Photo of Matchday Nottingham football programme printed by Print Co

Why the pages of brochures have to work in multiples of four (and when they don’t)

Thinking about a company brochure, then read this article first.

Take a single piece of A4 and fold it in half. Now think of this as pages from a book and you’ll see you have created four sides or ‘printed pages’ as we refer to them in the printing industry. More often than not referred to as ‘pp’.

Brochures or booklets are made up of multiple folded pages with staples in the centre to keep them bound together so 4pp, 8pp and so on.

Brochures come in various sizes – A4, A5, A6, 210mm square etc. When referring to the spec of the brochure you’d like, refer to it as the finished and folded size and the number of pages, for example – 24pp A5 Brochure. This is a brochure at A5 with 24 pages including the front and back cover.

Refer to the cover as page 1 and the inside front cover as page 2 etc..

2 instances where this isn’t the case…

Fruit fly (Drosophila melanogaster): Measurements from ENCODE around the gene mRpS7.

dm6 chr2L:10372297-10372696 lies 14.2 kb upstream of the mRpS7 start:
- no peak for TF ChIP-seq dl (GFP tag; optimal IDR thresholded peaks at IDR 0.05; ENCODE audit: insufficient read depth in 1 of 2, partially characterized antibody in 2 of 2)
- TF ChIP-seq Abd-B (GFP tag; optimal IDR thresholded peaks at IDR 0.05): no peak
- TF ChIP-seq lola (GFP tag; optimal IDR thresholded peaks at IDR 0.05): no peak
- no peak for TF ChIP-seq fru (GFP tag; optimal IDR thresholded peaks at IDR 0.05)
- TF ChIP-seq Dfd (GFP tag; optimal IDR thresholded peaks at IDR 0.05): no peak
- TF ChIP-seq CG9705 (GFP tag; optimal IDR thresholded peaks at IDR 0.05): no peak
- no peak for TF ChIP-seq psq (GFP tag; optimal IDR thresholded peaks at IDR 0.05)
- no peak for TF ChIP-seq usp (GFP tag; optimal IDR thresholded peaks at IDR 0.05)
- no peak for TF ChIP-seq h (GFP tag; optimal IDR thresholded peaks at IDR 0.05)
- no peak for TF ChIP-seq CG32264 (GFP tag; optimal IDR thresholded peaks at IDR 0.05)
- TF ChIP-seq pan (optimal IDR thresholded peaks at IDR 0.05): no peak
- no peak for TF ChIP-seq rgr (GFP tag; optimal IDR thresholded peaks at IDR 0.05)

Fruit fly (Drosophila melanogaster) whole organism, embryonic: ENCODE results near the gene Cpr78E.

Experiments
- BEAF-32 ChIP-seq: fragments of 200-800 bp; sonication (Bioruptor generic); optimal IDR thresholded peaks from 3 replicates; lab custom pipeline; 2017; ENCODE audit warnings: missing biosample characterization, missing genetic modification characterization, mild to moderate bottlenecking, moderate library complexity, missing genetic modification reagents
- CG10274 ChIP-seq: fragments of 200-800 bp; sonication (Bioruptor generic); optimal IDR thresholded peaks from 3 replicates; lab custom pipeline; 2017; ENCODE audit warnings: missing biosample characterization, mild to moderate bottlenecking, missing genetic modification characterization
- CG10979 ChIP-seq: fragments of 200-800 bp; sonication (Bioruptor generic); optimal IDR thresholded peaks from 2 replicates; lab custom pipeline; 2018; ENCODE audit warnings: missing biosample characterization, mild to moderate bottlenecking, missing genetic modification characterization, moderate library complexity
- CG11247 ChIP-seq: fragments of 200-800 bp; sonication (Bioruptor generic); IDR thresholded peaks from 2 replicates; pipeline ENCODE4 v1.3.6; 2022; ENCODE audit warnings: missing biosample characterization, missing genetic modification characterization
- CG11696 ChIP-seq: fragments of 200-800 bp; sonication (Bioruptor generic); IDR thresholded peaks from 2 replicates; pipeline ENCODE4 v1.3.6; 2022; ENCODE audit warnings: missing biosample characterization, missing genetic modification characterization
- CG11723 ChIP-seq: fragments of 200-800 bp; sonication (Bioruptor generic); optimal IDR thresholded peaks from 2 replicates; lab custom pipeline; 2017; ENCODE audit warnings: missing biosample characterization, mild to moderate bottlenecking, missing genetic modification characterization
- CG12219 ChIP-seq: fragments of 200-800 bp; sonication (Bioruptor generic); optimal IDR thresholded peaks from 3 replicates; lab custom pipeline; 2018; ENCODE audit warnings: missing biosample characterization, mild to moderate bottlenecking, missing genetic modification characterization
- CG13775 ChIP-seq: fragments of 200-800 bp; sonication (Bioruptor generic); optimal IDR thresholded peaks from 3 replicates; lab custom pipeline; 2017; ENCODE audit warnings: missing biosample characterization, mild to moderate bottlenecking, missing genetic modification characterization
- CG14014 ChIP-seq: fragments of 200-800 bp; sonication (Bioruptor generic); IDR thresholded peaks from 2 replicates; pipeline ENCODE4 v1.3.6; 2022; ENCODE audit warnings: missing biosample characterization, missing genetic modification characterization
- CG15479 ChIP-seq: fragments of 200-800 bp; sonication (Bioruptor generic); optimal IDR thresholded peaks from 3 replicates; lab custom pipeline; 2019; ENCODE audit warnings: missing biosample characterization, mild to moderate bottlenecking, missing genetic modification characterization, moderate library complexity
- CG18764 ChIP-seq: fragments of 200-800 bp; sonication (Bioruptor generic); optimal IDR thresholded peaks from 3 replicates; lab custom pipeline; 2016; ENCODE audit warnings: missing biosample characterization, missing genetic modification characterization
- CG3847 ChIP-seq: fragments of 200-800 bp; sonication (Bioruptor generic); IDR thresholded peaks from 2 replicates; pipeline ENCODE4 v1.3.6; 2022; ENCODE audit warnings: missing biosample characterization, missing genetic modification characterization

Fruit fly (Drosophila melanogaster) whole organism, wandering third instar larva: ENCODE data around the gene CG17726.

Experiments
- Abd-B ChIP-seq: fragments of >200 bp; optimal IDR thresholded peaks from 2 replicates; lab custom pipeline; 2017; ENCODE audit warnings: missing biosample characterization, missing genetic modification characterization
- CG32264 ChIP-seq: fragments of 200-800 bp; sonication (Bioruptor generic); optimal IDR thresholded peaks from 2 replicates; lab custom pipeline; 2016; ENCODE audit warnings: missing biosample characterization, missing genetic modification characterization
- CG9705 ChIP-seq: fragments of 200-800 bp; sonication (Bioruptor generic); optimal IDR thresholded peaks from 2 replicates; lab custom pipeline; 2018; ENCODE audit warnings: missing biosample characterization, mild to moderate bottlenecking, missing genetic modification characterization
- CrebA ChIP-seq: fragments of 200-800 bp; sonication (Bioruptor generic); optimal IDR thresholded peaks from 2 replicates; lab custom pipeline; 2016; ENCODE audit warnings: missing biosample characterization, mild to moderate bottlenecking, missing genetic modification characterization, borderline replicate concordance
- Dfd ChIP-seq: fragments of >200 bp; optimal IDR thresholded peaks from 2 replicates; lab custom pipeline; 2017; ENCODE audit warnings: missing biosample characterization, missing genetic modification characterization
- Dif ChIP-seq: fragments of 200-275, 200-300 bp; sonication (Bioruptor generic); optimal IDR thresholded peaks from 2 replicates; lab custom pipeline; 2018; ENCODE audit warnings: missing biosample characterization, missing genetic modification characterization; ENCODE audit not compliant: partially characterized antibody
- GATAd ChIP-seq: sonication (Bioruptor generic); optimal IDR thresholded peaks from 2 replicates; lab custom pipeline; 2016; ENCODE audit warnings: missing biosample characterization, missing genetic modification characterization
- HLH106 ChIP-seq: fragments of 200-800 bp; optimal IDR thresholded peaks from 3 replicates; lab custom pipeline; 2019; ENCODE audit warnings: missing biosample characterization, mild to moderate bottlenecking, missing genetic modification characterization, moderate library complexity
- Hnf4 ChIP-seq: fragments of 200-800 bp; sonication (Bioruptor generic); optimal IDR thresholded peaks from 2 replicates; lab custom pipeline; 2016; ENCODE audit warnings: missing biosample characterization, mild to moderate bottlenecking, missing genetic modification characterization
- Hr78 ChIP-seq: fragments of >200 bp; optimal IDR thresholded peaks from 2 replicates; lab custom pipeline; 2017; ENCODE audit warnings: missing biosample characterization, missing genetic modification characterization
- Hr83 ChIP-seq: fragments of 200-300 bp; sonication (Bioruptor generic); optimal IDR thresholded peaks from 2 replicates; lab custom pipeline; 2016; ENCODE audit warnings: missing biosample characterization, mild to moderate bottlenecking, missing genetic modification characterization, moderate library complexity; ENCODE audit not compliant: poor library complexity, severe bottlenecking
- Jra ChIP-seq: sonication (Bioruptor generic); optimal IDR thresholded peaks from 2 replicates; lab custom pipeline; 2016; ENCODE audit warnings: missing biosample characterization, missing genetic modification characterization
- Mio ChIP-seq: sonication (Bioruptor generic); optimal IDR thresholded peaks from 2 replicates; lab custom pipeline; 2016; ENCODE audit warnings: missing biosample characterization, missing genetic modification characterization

1. When the booklet has more than 64 pages. The number of pages is now too many to staple, so the binding changes to a glued spine – often called perfect bound. Then the number of pages works in twos rather than fours.
  2. When a brochure requires a roll out page to accommodate a map or image for example. The number of pages then can work in twos but this requires a full explanation of where the additional ‘roll out or throw out’ page sits. Generally, this type of brochure is still stapled.

I hope this helps but please feel free to contact me if you’d like more information. Email me here.

Thanks for reading.